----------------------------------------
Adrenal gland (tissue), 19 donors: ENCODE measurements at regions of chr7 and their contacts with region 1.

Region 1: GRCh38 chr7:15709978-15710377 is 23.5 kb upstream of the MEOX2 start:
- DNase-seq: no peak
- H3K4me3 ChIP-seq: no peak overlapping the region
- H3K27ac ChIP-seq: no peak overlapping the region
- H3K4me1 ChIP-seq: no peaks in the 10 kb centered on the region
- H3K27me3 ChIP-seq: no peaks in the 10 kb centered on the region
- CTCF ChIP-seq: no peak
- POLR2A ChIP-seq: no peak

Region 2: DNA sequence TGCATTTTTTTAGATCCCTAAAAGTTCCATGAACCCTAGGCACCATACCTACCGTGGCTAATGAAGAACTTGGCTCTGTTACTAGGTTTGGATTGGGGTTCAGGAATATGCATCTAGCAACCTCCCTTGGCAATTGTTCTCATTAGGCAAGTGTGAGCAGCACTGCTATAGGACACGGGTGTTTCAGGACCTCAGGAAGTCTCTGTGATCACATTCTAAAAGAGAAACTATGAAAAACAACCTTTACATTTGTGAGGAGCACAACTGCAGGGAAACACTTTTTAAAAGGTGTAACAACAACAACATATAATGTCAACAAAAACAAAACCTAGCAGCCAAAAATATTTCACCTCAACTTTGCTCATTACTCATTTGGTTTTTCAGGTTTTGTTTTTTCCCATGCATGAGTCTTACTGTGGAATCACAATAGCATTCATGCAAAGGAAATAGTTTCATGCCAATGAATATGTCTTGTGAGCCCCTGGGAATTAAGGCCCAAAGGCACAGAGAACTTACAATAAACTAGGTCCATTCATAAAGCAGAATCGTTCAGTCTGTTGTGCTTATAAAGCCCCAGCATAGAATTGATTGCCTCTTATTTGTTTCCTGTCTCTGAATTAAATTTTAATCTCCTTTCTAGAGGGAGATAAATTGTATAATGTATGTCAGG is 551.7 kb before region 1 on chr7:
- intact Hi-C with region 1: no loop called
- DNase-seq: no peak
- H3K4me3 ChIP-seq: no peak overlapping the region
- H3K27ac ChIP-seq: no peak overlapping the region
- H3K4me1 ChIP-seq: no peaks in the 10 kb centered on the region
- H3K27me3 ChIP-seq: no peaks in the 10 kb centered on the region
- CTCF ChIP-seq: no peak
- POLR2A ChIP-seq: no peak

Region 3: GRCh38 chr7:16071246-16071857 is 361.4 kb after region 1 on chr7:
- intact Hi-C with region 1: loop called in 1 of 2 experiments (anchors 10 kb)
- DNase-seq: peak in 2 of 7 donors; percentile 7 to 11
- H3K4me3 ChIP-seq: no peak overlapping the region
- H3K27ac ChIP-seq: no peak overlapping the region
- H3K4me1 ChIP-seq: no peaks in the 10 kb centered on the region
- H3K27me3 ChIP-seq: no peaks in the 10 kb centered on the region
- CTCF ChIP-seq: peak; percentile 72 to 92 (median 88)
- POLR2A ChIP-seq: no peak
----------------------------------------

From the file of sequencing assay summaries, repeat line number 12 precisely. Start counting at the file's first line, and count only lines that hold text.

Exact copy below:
- DNase-seq: no peak